Growth opportunities are everywhere—especially when industry sales have flatlined and new prospects look grim.
Sounds impossible? Not if you understand that there's a new breed of adventurous female customer waiting in the wings, ready to experience your products and services.
Every month I get calls from traditionally male-focused industries: fishing and hunting, home improvement, sporting goods, auto aftermarket, marine and boating, online gaming. Executives there are noticing a major shift in their customer base. Many women are diving into activities that were formally the testosterone-laden domain of men, and manufactures and retailers are responding with "for-women" classes, events and learning communities.
While some visible, for-women marketing efforts can lead to pale, watered-down versions of the original, a smart and tightly focused campaign tailored for female newbies can generate incredible results.
Here's the story of one company that got it right, and the lessons we can all take away from their considerable success.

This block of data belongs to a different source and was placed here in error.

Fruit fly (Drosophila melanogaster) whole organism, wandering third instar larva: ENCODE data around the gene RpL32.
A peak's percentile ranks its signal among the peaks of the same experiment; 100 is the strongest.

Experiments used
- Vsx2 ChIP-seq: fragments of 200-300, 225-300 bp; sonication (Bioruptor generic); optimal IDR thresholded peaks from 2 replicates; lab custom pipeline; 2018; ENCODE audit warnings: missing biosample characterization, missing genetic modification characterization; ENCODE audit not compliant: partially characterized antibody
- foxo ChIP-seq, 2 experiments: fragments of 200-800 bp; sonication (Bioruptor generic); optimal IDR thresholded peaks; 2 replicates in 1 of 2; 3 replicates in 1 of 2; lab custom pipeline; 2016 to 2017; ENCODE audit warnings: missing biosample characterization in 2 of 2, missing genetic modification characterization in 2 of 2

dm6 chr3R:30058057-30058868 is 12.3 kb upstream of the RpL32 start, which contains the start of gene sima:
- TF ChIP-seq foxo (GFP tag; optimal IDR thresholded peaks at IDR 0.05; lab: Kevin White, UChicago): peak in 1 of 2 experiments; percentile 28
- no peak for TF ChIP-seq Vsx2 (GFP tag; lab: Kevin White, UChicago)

Target your top prospects
In early 2004, Rutabaga (www.rutabaga.com), the 28-year-old Wisconsin retail paddling company, was looking for a way to build its customer base. CEO Jeff Weidman and his staff reviewed the research from the Outdoor Industry Association and identified women (especially those new to the sport or interested in giving it a shot) as the company's number-one growth opportunity for increasing participation and sales.
To champion the new marketing-to-women effort, Weidman promoted part-time Rutabaga employee Carol Lynn Benoit to a full-time marketing position. Together, they created Water Divas—an in-store educational program for new and inexperienced women paddlers. Rutabaga publicized the May 2004 event through a series of radio ads and some savvy grassroots marketing.